LOS ANGELES -- In a way, the mood established onstage just before
Liz Phair's set-opener was the exact opposite of what was to come.
There was a mystique in the image of Phair's shadow taking shape on the
closed, white curtain as the Mayan Theatre's stage lights brightened. With
the shape of a guitar neck extending from its centerpoint, the silhouette
was almost iconic, like a symbol of a rock performer as a mythic,
But as the curtain opened, revealing the woman behind it, the air of
mystery immediately dissolved.
The real Phair, wearing a long dress with sections of white, brown and
black, appeared much smaller than her shadow. And as she launched into
"Explain It To Me," from her 1993 debut album, Exile
in Guyville, Phair smiled shyly, less a stagy, overblown rock star than
a bona-fide girl-next-door.
Phair's one-hour show Thursday night at the beautiful downtown theater had
an intimate, personal feel throughout, with the singer/songwriter -- who's
known for her confessional and frank lyrics -- exuding a friendly, playful
vibe. At one point, she wished a fan happy birthday; at another, she
engaged in a brief conversation with a man on the upstage balcony about a
mutual friend. "Does she still live in San Francisco?" Phair asked the
balcony guy. "Tell her I said hi."
"She's charming and she's genuine, which is refreshing," red-haired
concert-goer Christa Clark said after the show.
"Her stage demeanor reflects the honesty of her lyrics," agreed Mark
Owens, 25, of Newport Beach, Calif.
Despite Phair's deceiving silhouette at the beginning of the show, the night's intimate feel was established prior to Phair and her
four-piece backup band taking the stage. For a full half-hour, slides
picturing Phair in a variety of private settings and poses were projected
onto a white curtain at the back of the stage. Though the idea seemed more
than a little self-indulgent, it did serve the purpose of establishing the
night's mood and setting the tone for the carefully choreographed staging
and lighting to come.
Phair opted for more of an upbeat show instead of predominately relying on
her ballad-heavy new album, whitechocolatespaceegg. While she played
six songs from the new release, she drew liberally from the more rocking
Exile in Guyville, as well as taking three excerpts from 1996's
The first new song that Phair played was the fourth number of the night,
Chocolate Space Egg." With the back curtain shaded by
blue and gray lights, the song carried a moody feel as the band sustained a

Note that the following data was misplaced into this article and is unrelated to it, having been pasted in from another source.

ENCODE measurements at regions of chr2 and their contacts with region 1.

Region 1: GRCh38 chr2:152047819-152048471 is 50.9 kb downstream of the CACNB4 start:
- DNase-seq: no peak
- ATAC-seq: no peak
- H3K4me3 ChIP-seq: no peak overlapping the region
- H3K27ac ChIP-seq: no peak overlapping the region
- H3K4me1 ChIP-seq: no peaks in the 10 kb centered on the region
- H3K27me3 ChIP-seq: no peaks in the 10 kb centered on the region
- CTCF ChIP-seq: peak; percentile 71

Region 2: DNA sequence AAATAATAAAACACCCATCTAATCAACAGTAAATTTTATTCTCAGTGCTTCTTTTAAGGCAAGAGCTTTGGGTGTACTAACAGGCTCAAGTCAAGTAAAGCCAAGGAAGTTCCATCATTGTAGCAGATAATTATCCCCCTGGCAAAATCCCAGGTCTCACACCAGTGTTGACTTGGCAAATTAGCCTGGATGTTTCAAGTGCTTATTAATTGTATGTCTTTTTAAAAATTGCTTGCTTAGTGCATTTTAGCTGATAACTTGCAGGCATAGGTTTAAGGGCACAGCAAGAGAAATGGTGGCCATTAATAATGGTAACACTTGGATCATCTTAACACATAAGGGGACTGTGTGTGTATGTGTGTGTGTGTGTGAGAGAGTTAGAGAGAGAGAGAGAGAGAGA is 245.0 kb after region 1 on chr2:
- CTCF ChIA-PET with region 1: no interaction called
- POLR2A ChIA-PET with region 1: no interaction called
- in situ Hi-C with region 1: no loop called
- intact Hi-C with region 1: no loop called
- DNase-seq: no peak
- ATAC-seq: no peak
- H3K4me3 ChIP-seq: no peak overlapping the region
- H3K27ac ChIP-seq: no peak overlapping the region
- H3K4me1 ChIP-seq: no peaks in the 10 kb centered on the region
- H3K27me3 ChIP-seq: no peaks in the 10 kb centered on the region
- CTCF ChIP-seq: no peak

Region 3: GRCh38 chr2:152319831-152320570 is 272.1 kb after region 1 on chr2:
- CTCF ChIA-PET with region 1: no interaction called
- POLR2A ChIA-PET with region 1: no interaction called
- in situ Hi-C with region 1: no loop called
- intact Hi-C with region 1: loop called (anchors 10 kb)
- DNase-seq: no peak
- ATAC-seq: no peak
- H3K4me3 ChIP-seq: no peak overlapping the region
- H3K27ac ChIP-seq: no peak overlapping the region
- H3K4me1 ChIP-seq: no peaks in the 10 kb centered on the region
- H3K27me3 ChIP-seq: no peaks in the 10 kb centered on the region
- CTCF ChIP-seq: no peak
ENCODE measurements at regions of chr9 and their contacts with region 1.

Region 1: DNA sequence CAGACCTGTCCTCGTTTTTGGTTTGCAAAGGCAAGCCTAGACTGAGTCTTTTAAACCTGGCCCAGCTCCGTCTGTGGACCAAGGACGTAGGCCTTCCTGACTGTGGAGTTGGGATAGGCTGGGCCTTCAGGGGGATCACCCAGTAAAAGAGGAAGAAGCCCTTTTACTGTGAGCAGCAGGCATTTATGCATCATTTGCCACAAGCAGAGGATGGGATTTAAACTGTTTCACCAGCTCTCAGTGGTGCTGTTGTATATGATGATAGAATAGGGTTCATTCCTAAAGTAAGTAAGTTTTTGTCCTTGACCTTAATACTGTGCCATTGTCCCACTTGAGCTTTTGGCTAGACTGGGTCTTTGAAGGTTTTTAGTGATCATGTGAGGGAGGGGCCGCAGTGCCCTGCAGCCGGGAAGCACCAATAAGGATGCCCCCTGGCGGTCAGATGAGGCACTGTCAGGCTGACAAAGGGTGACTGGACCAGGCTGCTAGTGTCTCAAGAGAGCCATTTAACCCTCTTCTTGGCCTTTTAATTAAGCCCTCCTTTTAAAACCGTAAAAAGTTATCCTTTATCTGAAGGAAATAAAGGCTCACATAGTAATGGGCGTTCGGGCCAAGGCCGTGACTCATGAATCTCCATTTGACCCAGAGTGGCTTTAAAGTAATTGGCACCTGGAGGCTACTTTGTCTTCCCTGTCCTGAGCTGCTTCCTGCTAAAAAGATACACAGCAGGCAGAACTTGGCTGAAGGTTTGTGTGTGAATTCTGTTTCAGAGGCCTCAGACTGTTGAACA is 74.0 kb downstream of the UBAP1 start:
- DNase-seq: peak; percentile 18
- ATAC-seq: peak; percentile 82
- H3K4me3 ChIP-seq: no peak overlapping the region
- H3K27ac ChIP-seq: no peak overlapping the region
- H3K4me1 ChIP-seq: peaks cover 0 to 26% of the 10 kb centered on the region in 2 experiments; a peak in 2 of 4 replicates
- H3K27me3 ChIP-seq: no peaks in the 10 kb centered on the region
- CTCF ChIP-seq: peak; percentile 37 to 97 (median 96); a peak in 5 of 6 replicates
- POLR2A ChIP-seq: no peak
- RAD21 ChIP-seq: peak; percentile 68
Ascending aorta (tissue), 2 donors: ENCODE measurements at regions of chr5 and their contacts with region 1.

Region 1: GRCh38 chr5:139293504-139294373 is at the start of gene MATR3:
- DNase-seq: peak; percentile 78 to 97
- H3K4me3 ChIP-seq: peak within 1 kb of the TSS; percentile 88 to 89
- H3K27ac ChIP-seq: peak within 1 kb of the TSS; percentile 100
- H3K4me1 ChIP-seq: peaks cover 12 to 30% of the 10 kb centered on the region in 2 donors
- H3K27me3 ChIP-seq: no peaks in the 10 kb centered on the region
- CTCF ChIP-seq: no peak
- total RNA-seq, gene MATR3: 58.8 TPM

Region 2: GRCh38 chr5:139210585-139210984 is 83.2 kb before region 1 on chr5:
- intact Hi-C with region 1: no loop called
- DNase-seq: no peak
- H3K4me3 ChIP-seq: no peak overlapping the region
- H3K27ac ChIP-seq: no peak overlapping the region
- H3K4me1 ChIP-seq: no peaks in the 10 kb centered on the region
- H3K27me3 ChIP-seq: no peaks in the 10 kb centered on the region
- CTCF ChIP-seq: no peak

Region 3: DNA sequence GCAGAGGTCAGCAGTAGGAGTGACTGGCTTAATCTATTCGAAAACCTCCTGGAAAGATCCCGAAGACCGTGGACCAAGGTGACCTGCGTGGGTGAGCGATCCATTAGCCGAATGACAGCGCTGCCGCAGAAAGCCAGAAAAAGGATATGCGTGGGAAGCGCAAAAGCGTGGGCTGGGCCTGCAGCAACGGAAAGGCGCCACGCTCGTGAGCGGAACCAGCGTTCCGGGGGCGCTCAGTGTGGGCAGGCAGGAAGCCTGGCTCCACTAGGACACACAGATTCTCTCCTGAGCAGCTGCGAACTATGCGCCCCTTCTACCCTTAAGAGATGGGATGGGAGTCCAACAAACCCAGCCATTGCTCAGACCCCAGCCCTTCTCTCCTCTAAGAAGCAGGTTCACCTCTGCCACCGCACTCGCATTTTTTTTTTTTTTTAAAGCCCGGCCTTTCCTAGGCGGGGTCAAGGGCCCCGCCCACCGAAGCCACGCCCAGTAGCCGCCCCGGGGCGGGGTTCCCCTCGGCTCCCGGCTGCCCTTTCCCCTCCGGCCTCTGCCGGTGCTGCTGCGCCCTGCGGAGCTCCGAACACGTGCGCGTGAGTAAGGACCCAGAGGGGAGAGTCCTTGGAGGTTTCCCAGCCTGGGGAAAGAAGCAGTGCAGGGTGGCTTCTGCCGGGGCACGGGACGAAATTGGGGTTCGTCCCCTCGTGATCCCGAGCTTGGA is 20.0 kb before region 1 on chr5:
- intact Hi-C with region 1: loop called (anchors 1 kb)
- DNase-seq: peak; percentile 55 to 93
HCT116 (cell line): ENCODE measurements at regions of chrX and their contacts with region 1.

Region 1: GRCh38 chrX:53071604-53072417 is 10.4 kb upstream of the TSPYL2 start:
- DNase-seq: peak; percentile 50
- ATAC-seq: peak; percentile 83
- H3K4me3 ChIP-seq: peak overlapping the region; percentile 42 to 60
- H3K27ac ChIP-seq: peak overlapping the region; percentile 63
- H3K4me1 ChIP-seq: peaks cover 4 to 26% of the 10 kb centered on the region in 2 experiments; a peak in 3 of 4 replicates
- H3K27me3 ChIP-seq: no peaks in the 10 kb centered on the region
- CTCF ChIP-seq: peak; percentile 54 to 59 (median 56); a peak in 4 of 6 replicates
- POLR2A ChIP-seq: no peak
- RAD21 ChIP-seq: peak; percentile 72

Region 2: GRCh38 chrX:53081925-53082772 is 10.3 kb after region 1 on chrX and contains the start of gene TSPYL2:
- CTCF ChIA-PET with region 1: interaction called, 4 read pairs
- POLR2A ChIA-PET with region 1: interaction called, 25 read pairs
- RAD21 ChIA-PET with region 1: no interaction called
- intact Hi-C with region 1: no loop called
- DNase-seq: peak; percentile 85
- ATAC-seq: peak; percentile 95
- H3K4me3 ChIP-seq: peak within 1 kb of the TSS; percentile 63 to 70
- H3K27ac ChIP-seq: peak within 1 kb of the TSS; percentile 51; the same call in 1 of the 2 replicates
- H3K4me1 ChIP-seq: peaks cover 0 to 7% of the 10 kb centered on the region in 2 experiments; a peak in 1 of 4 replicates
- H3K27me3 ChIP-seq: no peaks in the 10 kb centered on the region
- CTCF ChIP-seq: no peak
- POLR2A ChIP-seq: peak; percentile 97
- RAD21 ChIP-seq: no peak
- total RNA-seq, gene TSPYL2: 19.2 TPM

somewhat drony sonic backdrop to Phair's spoken/sung vocals.
The skillful backup band had its best moment on Phair's 1996 hit
"Supernova." With disco balls twirling on either corner
of the stage, the performance exuded an intense, neo-retro vibe. That feel
was sustained in the next number, "What Makes You Happy," the chorus of which
featured '70s-style wah-wah guitars.
Before playing the raunchy number "Flower," from Exile, Phair
accepted a bouquet of flowers from a frontline fan, saying in a girlish
tone, "I'll take a flower." Then, as she and her background singer
co-delivered the vocals -- which includes the lyric about "a cunt in the
spring" as well as the threat to "suck you 'til your dick turns blue" --
images of butterflies and flowers were projected onto the back curtain.
For an encore, Phair delivered an intimate, solo rendition of the beautiful
"Perfect World" (RealAudio excerpt). The band then rejoined her for a
rollicking finale that began with Phair asking the audience, teasingly,
"What's that? 'Duck and Run ... Suck and Come'?" before kicking into her debut
"Fuck and Run" (RealAudio excerpt) against a backdrop of red stars
twirling inside bright-white circles.
It was a far different Phair than the stage-shy performer from years past.
As the song drew to a close, a guitar-less Phair got even looser with a
goofy-looking, flamboyant dance, hopping while flapping her hands through
Meanwhile, a female fan in the crowd mimicked Phair's motions, working her
way through the venue's entire bottom-floor as she danced.
"I had a really weird experience because I'm not used to sharing her," said
the fan, 39-year-old Amy Died, after the show. "I feel like I have an
intimate relationship with her because I'm a sculptor and I listen to her
while I work. It was just odd hearing other people get into 'Fuck and Run.' "